Arohatia te reo: NZ media cherish the language

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2020 was a year dominated by a single story to a degree we’ve never before seen.

Covid-19 saturated the news agenda, appearing in more than a third of all stories tracked.

Beneath those headlines a more subtle change continued inching forward – the use of te reo Māori to help carve out a uniquely New Zealand sound and feel for our media.

Phrases like ‘papakainga’ (original home), ‘rangatahi’ (young people), and ‘kura’ (school) are some of the many examples of te reo making their way into the daily vernacular of our country’s media.  

Broadcast media got on the bandwagon too, embracing New Zealand’s indigenous language on our screens and radios.

Aotearoa’s State sector has had a particularly active role in advancing the normalisation of te reo – incorporating the language into the names of government departments and entities starting in 2017 with Oranga Tamariki and Kainga Ora in 2019. In 2020 the NZ Transport Agency adopted Waka Kotahi, the State Services Commission became Te Kawa Mataaho, and the Ministry of Housing and Urban Developed embraced Te Tuapapa Kura Kainga – to mention just a few.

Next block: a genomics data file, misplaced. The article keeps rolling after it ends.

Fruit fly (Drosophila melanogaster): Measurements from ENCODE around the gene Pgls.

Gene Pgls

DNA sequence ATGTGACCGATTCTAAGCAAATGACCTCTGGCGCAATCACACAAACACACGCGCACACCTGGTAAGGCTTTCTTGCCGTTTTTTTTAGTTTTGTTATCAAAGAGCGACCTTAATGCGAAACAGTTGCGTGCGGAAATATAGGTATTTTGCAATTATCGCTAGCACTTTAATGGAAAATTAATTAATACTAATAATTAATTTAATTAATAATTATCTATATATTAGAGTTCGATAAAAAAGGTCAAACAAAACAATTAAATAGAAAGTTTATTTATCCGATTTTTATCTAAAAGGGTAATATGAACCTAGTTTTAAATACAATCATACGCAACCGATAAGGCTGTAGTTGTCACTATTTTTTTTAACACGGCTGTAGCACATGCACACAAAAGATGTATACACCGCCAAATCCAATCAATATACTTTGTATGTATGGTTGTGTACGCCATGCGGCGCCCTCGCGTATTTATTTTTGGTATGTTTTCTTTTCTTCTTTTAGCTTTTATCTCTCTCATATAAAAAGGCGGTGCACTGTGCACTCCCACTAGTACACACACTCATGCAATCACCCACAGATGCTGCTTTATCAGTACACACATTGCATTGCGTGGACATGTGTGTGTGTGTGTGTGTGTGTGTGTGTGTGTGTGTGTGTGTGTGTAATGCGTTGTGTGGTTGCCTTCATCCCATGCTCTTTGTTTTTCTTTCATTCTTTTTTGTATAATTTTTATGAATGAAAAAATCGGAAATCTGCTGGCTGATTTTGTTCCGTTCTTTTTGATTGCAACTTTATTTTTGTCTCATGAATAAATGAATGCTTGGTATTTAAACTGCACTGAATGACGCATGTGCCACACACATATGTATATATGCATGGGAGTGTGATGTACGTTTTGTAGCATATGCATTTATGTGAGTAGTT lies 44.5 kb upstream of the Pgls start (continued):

Throughout the year, the news soaked up these changes.  

The media itself took part in revitalising the language. Stuff went so far as to apologise for its previous missteps and racism, committing to showcase Māori voices and setting up Pou Tiaki to give greater coverage of te ao Māori.

As language expert at University of Auckland John McCaffery put it: “Māori has gone mainstream.” 

However, Professor Rawinia Higgins, chair of the Māori Language Commission, says the process to thoroughly revitalise te reo Māori is a long one. “It can take one generation to lose the language and three generations to restore.” Seeing reo crop up daily can help New Zealanders recuperate the language. Something that we – and evidently the media – are keen to support.

The resurgence of te reo brings new challenges for media monitoring providers

Like all companies in our sector, we’ve invested in sophisticated voice-to-text tools to help surface more news, faster for our customers. Those tools have become a valued part of our workflow – and yet the rise of te reo exposes their limits. The best tools (currently, at least) are powered by global tech companies – and te reo is unfortunately low on their priority list.

Our view is that it’s not okay for a media monitoring provider to miss a mention of our transport agency, because ‘Waka Kotahi’ isn’t easy for speech to text engines to recognise

That’s why we’re proud of our blended approach to broadcast monitoring. A 100% NZ based team of monitors that know the market and the news that matters to us as New Zealanders – supported by a best in class technology foundation. 

A bespoke solution for a unique country. Our taonga.

Post by Evelyn Birch, media analyst